Because if the boy who grew up in Birmingham, and was thrown in jail at 12 just because he believed in equal education can reconcile his past, so can we all. Even here in Tulsa.

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swords into plowshares, gas bombs into gardens

via Daily Mail

via Daily Mail

This is total Buddhism, folks. Despite the hijab covering her head, and her Palestinian djellabah, this Muslim woman is practicing the most Buddhist of actions: living in the moment, making it into peace and beauty.

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She has taken tear gas canisters, thrown over several years in clashes between Israeli soldiers and Palestinians, and converted them into potting containers for flowers. She waters them by hand, in her garden near Ramallah.

My younger son sent me this, Palestinian woman growing flower in gas bomb1saying it reminded him of me. I can’t tell you how happy that made me. Would I like to be this much an instrument of peace & beauty? Of course.

But I suspect I’ve a long, far road to walk before then. In the mean time? It’s a goal for all of us. Make a garden where you are. Turn anger and hatred into beauty. If she can, we all can.

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#yesallwomen

via Google

via Google

If you haven’t read the Twitter site #yesallwomen, eat breakfast first. I didn’t, and won’t be able to eat for a while.

Because it’s true, America: ALL women. N.B.: do men suffer violence? Of course. But today is not the time I’m going there. Today, let’s talk (again & again, until we GET IT) about rape culture. About a crime unlike any other, as one Twitter post noted: bc rape is the only crime where the victim has to prove it wasn’t their fault.

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I woke up this morning in a fine mood — showered, made tea, watched the daddy downy woodpecker feed his baby. Watched the mother downy woodpecker help. And then I sat down to go through my email, as I do many mornings. An hour later? I’m shaking.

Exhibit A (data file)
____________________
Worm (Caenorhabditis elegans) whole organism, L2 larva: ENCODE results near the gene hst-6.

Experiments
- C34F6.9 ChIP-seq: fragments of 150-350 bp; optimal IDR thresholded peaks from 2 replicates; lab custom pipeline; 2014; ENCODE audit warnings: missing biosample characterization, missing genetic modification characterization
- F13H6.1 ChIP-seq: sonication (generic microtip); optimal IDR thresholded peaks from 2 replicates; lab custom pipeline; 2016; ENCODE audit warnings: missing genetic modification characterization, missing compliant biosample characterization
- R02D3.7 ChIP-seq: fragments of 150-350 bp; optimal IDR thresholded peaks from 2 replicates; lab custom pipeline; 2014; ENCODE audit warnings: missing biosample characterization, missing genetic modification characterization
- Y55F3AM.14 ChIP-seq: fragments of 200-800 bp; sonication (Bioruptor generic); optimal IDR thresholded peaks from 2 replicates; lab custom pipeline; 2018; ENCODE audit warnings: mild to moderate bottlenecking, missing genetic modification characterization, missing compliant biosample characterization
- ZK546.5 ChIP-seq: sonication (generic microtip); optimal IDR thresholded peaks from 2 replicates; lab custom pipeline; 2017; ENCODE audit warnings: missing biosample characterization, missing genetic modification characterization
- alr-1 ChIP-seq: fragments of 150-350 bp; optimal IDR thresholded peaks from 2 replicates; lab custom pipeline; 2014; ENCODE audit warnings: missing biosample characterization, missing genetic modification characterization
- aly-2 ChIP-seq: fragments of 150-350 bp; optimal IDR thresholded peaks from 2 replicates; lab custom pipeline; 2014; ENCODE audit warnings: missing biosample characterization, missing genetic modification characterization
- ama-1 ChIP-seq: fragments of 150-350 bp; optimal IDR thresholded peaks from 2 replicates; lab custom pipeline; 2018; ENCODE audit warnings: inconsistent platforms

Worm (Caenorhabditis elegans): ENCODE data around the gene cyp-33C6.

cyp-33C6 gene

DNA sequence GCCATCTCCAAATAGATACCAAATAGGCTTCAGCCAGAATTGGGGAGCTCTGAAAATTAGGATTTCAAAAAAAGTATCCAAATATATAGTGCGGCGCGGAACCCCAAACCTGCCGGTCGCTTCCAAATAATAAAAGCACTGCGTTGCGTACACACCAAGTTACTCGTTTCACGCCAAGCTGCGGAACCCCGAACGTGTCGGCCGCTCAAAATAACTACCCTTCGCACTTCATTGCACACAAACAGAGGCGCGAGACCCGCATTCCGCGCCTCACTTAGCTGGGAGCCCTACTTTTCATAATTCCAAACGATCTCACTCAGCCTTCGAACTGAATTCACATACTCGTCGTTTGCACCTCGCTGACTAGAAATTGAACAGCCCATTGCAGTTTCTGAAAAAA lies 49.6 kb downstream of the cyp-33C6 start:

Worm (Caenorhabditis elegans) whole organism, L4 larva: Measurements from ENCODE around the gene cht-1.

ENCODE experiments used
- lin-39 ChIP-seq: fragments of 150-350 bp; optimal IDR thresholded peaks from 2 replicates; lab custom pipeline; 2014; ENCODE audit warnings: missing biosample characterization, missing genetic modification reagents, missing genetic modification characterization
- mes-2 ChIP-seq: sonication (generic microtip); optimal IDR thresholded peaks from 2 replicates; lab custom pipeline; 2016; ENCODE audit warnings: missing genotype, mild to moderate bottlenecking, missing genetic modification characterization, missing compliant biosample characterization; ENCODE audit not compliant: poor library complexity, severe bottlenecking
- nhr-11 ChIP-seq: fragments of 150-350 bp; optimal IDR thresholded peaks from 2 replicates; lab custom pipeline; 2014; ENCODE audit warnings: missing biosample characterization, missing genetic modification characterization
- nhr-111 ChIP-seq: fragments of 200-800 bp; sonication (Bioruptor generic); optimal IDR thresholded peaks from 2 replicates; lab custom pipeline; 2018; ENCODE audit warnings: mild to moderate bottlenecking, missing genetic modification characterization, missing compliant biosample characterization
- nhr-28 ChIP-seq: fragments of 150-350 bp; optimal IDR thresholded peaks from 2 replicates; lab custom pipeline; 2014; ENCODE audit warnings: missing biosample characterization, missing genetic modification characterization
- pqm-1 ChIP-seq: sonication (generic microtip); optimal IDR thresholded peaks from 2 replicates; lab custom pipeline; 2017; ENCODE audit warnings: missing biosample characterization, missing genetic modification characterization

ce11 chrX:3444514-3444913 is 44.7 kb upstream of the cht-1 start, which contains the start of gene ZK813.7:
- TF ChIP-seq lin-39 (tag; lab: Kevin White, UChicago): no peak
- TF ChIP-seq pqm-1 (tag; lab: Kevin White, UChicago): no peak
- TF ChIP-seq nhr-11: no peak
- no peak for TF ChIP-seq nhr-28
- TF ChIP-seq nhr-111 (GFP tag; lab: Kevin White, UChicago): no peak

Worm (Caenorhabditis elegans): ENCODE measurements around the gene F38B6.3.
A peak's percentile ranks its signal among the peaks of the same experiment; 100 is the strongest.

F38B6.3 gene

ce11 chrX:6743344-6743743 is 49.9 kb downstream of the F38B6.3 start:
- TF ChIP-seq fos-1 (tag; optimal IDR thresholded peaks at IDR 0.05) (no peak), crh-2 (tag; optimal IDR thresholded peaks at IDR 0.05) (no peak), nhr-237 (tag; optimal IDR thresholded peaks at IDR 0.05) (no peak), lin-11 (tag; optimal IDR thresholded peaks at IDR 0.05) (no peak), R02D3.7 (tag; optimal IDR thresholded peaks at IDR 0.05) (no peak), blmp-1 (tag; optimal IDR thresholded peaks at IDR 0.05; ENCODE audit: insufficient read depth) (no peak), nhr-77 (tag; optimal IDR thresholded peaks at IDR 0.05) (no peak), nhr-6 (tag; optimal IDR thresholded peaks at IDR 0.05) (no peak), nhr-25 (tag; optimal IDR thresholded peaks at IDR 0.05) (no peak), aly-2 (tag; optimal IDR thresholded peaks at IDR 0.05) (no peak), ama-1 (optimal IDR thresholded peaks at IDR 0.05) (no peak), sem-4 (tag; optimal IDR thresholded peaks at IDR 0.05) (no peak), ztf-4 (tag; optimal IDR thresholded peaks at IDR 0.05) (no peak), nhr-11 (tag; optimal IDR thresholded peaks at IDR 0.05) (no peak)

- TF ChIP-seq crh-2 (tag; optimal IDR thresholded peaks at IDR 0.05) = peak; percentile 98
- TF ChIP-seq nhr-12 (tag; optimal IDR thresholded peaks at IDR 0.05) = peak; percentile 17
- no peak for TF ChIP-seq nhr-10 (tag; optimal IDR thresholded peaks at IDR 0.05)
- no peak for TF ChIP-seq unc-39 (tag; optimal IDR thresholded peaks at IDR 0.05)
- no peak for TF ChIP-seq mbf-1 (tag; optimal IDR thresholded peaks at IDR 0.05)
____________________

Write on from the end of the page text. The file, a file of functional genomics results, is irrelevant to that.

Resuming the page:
I do not know ONE woman who hasn’t been the victim of sexual harrassment, domestic violence, up to and including rape. Some have been the victims of multiple rapes. NONE of this was EVER the woman’s fault. But not one pressed charges. Why bother?

rage3

via Google

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A niece was raped at a party. She DID press charges, a messy process that she eventually dropped. Why? Because the process, as the Twitter post notes, makes the victim the villain. Why bother?

I could re-post from the thousands of women have joined the outpouring of carefully tamped rage at their daily encounters with the rape culture of America. All of this a genuine visceral revolt at the UCSB shootings, by a man who was proud of his misogyny, his own visceral hatred of women. Hatred so virulent that he put his life where his manifesto was, murdering them. Who targeted men because they were ‘luckier’ than he was with women. But what I want to say instead (you can — and should — go to #yesallwomen and read the posts) is what happened to me as I read.

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Rage. Stomach-roiling, head-shattering, white-hot rage.

And a flood of images: the ‘funny uncle’ we never spoke of (but guarded all the little girls from); the uncle whom I never told anyone groped me on the way back to the dorm. The psychopath who stood outside my bedroom window and whispered I can seeee you through the screen, until I ran from the house as he came through the back door. The colleague — a friend, I thought — who forced his drunken way into my house, saying he loved me, and then tried to force his way into me. As my two sons slept in the bedroom down the hall.

rage2

via Google

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Even as I write, more memories surface: ostensible ‘friends’ who made fun of the feminist theory that kept me from suicide one dark year; a ‘nice guy’ who asked why I wore my long hair up, and dressed in button-downs and khakis at work, when I was so ‘pretty’…? The groping of strangers in countries where women are always chattel. Sisters who were groped, beaten, raped.

So yes, America: ALL WOMEN. And it needs to stop. Because now? It’s evident that no protection is enough from some men. They’ll shoot you just because you’re female. We kind of suspected that all along. We just try hard — very hard, and mostly successfully, and mostly every day — not to think about  it. Until they finally kill us. And then? Rage. The same rage that lurks beneath the surface every day. The same rage that fuels #yesallwomen. Go read. We need to remember.